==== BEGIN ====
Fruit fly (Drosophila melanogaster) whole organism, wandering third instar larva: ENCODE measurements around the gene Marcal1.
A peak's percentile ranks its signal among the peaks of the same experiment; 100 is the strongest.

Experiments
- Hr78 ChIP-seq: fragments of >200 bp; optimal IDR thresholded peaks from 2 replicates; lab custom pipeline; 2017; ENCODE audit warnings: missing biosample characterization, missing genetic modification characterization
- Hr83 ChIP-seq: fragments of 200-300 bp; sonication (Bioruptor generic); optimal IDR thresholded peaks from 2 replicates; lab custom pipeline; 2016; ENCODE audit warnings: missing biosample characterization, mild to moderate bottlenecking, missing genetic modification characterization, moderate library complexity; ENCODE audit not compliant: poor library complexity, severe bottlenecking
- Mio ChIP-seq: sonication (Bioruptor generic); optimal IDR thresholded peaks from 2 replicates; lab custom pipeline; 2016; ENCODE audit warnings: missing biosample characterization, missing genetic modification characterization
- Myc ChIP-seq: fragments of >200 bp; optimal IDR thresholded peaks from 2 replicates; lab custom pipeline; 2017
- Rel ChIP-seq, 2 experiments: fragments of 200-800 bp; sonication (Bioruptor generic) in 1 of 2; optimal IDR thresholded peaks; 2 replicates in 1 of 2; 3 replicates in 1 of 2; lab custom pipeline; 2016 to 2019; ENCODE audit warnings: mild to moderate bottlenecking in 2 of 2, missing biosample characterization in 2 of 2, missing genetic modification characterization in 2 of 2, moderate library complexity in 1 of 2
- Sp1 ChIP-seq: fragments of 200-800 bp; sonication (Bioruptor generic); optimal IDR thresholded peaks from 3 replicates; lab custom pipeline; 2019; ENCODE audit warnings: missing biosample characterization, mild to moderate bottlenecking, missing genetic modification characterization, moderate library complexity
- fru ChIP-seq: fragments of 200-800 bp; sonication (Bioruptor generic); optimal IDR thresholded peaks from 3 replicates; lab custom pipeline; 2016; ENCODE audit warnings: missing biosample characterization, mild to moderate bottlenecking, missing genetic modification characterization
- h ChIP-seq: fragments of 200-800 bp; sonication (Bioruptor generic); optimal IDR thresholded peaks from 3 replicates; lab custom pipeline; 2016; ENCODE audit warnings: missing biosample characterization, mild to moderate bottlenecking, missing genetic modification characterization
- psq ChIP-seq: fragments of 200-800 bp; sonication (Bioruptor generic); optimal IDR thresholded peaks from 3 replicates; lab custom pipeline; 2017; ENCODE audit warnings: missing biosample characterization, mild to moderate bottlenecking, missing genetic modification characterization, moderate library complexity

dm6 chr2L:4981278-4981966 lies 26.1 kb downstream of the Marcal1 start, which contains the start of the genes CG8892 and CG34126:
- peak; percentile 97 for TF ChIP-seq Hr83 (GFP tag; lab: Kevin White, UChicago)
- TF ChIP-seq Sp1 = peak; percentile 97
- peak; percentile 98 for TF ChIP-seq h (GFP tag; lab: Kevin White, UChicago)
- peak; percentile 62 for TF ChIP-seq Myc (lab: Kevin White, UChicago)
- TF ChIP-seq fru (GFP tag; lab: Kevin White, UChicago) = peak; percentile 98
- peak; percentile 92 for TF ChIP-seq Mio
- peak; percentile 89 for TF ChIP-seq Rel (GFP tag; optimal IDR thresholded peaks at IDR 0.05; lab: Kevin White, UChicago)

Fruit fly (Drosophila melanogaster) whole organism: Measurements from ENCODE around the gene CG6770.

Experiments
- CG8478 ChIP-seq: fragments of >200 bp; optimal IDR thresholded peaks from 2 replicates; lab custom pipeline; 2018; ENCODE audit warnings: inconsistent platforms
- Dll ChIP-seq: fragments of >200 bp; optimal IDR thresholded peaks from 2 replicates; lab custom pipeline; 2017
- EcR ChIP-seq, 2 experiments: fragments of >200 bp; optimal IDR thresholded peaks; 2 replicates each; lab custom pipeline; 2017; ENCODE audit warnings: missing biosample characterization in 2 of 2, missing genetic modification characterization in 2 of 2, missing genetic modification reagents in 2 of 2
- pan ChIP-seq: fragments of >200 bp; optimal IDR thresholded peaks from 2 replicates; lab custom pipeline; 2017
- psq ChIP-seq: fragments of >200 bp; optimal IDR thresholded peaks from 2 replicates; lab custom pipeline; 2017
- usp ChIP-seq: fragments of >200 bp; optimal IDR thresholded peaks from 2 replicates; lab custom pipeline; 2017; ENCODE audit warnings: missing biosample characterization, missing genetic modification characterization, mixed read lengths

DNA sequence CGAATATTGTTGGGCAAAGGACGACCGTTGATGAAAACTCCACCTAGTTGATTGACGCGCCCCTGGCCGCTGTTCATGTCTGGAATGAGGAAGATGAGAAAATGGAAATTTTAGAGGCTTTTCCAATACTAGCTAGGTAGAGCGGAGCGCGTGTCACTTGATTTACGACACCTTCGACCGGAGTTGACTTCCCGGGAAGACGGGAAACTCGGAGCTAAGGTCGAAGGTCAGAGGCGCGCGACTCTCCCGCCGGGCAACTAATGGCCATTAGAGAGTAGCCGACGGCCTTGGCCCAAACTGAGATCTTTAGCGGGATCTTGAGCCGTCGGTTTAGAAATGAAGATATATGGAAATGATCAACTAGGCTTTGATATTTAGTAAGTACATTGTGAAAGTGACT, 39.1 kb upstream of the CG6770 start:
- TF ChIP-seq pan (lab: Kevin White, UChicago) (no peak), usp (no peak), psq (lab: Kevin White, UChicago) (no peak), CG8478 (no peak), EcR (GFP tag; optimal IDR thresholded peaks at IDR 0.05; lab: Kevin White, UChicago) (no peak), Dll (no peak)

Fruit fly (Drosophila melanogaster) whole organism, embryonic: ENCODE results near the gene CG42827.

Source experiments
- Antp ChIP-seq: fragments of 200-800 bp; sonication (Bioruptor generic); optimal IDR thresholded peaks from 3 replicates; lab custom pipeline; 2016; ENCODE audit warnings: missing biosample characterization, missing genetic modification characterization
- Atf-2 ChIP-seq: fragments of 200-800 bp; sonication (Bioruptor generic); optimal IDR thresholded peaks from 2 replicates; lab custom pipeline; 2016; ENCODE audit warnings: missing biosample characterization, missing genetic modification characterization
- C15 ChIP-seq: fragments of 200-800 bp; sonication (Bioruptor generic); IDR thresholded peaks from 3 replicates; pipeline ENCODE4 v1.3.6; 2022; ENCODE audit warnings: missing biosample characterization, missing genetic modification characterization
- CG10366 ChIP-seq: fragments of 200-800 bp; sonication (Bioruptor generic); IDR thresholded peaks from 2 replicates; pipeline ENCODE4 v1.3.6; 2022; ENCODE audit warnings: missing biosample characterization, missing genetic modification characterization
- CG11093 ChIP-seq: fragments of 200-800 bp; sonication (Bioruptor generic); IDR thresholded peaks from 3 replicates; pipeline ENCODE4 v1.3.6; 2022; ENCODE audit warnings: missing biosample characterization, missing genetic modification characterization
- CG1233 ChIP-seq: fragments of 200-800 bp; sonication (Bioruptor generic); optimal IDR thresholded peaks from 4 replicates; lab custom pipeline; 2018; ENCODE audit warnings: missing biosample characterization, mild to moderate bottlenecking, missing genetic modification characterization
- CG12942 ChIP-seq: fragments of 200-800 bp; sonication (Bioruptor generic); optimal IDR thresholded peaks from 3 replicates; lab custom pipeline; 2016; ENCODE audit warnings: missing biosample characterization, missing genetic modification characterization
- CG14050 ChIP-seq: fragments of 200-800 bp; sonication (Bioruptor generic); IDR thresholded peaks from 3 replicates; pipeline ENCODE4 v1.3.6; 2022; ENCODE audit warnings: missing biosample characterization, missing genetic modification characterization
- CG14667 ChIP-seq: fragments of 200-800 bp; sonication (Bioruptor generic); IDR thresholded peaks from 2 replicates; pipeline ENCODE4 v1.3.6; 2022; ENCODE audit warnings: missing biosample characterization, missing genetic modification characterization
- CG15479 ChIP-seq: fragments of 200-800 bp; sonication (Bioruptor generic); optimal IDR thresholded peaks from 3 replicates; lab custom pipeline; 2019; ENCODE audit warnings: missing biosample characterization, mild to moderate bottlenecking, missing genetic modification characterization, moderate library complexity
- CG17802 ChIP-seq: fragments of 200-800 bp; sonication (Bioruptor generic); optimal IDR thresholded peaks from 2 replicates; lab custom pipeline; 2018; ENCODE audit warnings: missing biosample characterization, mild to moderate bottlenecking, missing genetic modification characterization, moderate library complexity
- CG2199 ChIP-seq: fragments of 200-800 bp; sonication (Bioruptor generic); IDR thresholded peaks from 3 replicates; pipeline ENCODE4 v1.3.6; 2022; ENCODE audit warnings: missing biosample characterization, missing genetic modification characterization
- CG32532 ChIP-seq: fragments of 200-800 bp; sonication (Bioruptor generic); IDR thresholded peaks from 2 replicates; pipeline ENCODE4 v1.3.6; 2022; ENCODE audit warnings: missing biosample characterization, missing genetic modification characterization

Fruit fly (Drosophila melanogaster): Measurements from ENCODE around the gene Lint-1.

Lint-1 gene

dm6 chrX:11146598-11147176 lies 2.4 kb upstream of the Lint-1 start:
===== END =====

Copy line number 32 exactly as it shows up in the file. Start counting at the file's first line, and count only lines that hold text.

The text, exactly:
Source experiments